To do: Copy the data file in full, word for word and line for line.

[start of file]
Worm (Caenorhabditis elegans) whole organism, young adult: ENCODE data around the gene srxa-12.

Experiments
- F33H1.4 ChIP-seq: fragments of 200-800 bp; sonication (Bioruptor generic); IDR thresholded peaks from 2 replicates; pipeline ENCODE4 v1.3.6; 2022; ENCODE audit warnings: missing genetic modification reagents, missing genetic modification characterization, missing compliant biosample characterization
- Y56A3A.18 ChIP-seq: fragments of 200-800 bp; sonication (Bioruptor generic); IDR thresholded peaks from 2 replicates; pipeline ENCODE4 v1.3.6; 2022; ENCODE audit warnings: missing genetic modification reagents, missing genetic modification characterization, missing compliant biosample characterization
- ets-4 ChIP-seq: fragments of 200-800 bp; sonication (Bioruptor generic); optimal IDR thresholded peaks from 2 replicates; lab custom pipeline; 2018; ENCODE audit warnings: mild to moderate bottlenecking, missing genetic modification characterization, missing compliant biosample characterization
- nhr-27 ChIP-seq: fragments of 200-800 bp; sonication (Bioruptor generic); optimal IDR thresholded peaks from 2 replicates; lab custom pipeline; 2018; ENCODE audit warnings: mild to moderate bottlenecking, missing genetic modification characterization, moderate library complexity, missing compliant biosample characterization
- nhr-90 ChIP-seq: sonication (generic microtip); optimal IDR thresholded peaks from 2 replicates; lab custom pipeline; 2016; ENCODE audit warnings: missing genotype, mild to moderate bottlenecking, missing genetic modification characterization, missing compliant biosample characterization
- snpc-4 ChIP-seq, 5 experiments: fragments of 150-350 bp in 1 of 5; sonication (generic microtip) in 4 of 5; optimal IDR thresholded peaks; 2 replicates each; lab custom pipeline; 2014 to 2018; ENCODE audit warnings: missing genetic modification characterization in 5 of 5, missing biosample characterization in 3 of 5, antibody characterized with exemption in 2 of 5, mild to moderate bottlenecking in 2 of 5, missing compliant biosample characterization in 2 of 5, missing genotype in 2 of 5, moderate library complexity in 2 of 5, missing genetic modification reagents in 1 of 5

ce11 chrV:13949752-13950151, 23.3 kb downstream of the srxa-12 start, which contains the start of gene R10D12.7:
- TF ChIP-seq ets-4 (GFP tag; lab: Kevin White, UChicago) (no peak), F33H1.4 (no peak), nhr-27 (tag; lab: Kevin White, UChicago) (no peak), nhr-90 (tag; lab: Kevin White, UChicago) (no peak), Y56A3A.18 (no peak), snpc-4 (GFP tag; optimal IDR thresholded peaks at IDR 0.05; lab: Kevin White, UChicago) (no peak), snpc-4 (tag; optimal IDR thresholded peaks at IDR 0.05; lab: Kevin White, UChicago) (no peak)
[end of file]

Worm (Caenorhabditis elegans) whole organism, young adult: ENCODE data around the gene srxa-12.

Experiments
- F33H1.4 ChIP-seq: fragments of 200-800 bp; sonication (Bioruptor generic); IDR thresholded peaks from 2 replicates; pipeline ENCODE4 v1.3.6; 2022; ENCODE audit warnings: missing genetic modification reagents, missing genetic modification characterization, missing compliant biosample characterization
- Y56A3A.18 ChIP-seq: fragments of 200-800 bp; sonication (Bioruptor generic); IDR thresholded peaks from 2 replicates; pipeline ENCODE4 v1.3.6; 2022; ENCODE audit warnings: missing genetic modification reagents, missing genetic modification characterization, missing compliant biosample characterization
- ets-4 ChIP-seq: fragments of 200-800 bp; sonication (Bioruptor generic); optimal IDR thresholded peaks from 2 replicates; lab custom pipeline; 2018; ENCODE audit warnings: mild to moderate bottlenecking, missing genetic modification characterization, missing compliant biosample characterization
- nhr-27 ChIP-seq: fragments of 200-800 bp; sonication (Bioruptor generic); optimal IDR thresholded peaks from 2 replicates; lab custom pipeline; 2018; ENCODE audit warnings: mild to moderate bottlenecking, missing genetic modification characterization, moderate library complexity, missing compliant biosample characterization
- nhr-90 ChIP-seq: sonication (generic microtip); optimal IDR thresholded peaks from 2 replicates; lab custom pipeline; 2016; ENCODE audit warnings: missing genotype, mild to moderate bottlenecking, missing genetic modification characterization, missing compliant biosample characterization
- snpc-4 ChIP-seq, 5 experiments: fragments of 150-350 bp in 1 of 5; sonication (generic microtip) in 4 of 5; optimal IDR thresholded peaks; 2 replicates each; lab custom pipeline; 2014 to 2018; ENCODE audit warnings: missing genetic modification characterization in 5 of 5, missing biosample characterization in 3 of 5, antibody characterized with exemption in 2 of 5, mild to moderate bottlenecking in 2 of 5, missing compliant biosample characterization in 2 of 5, missing genotype in 2 of 5, moderate library complexity in 2 of 5, missing genetic modification reagents in 1 of 5

ce11 chrV:13949752-13950151, 23.3 kb downstream of the srxa-12 start, which contains the start of gene R10D12.7:
- TF ChIP-seq ets-4 (GFP tag; lab: Kevin White, UChicago) (no peak), F33H1.4 (no peak), nhr-27 (tag; lab: Kevin White, UChicago) (no peak), nhr-90 (tag; lab: Kevin White, UChicago) (no peak), Y56A3A.18 (no peak), snpc-4 (GFP tag; optimal IDR thresholded peaks at IDR 0.05; lab: Kevin White, UChicago) (no peak), snpc-4 (tag; optimal IDR thresholded peaks at IDR 0.05; lab: Kevin White, UChicago) (no peak)